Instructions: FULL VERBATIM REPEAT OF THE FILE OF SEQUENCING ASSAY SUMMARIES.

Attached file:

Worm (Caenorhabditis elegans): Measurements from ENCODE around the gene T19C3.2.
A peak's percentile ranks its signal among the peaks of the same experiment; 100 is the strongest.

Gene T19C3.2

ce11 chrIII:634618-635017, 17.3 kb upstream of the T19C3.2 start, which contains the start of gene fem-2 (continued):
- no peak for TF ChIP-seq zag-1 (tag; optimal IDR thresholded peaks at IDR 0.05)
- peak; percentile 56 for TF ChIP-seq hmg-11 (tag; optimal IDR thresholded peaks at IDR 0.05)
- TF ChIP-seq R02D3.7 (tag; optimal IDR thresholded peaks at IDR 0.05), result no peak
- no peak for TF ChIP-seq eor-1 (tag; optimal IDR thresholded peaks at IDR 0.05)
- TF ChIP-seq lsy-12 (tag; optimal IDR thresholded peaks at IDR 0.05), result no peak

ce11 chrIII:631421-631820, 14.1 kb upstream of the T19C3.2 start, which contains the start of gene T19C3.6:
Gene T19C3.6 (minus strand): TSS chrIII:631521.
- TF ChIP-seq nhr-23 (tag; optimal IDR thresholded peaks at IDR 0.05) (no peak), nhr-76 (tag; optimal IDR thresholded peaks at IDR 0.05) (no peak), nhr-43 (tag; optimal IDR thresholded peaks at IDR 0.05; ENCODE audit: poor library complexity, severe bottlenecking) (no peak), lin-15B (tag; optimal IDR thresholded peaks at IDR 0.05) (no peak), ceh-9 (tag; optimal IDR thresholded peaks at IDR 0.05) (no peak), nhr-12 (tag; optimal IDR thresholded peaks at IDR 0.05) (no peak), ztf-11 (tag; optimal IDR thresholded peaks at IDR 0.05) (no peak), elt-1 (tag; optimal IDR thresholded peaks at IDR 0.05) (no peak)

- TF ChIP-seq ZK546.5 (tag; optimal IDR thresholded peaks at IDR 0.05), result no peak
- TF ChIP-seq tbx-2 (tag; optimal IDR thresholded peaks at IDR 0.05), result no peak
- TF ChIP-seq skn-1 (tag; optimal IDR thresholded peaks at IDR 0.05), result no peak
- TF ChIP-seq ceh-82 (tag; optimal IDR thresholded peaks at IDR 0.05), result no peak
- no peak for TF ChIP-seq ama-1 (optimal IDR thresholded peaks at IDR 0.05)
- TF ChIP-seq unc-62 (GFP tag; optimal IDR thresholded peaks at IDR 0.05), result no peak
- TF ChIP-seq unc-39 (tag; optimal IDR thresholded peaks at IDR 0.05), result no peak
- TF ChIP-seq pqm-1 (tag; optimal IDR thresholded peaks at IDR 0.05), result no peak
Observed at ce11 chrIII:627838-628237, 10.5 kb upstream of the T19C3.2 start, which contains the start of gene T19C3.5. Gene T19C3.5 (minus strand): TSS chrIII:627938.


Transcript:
Worm (Caenorhabditis elegans): Measurements from ENCODE around the gene T19C3.2.
A peak's percentile ranks its signal among the peaks of the same experiment; 100 is the strongest.

Gene T19C3.2

ce11 chrIII:634618-635017, 17.3 kb upstream of the T19C3.2 start, which contains the start of gene fem-2 (continued):
- no peak for TF ChIP-seq zag-1 (tag; optimal IDR thresholded peaks at IDR 0.05)
- peak; percentile 56 for TF ChIP-seq hmg-11 (tag; optimal IDR thresholded peaks at IDR 0.05)
- TF ChIP-seq R02D3.7 (tag; optimal IDR thresholded peaks at IDR 0.05), result no peak
- no peak for TF ChIP-seq eor-1 (tag; optimal IDR thresholded peaks at IDR 0.05)
- TF ChIP-seq lsy-12 (tag; optimal IDR thresholded peaks at IDR 0.05), result no peak

ce11 chrIII:631421-631820, 14.1 kb upstream of the T19C3.2 start, which contains the start of gene T19C3.6:
Gene T19C3.6 (minus strand): TSS chrIII:631521.
- TF ChIP-seq nhr-23 (tag; optimal IDR thresholded peaks at IDR 0.05) (no peak), nhr-76 (tag; optimal IDR thresholded peaks at IDR 0.05) (no peak), nhr-43 (tag; optimal IDR thresholded peaks at IDR 0.05; ENCODE audit: poor library complexity, severe bottlenecking) (no peak), lin-15B (tag; optimal IDR thresholded peaks at IDR 0.05) (no peak), ceh-9 (tag; optimal IDR thresholded peaks at IDR 0.05) (no peak), nhr-12 (tag; optimal IDR thresholded peaks at IDR 0.05) (no peak), ztf-11 (tag; optimal IDR thresholded peaks at IDR 0.05) (no peak), elt-1 (tag; optimal IDR thresholded peaks at IDR 0.05) (no peak)

- TF ChIP-seq ZK546.5 (tag; optimal IDR thresholded peaks at IDR 0.05), result no peak
- TF ChIP-seq tbx-2 (tag; optimal IDR thresholded peaks at IDR 0.05), result no peak
- TF ChIP-seq skn-1 (tag; optimal IDR thresholded peaks at IDR 0.05), result no peak
- TF ChIP-seq ceh-82 (tag; optimal IDR thresholded peaks at IDR 0.05), result no peak
- no peak for TF ChIP-seq ama-1 (optimal IDR thresholded peaks at IDR 0.05)
- TF ChIP-seq unc-62 (GFP tag; optimal IDR thresholded peaks at IDR 0.05), result no peak
- TF ChIP-seq unc-39 (tag; optimal IDR thresholded peaks at IDR 0.05), result no peak
- TF ChIP-seq pqm-1 (tag; optimal IDR thresholded peaks at IDR 0.05), result no peak
Observed at ce11 chrIII:627838-628237, 10.5 kb upstream of the T19C3.2 start, which contains the start of gene T19C3.5. Gene T19C3.5 (minus strand): TSS chrIII:627938.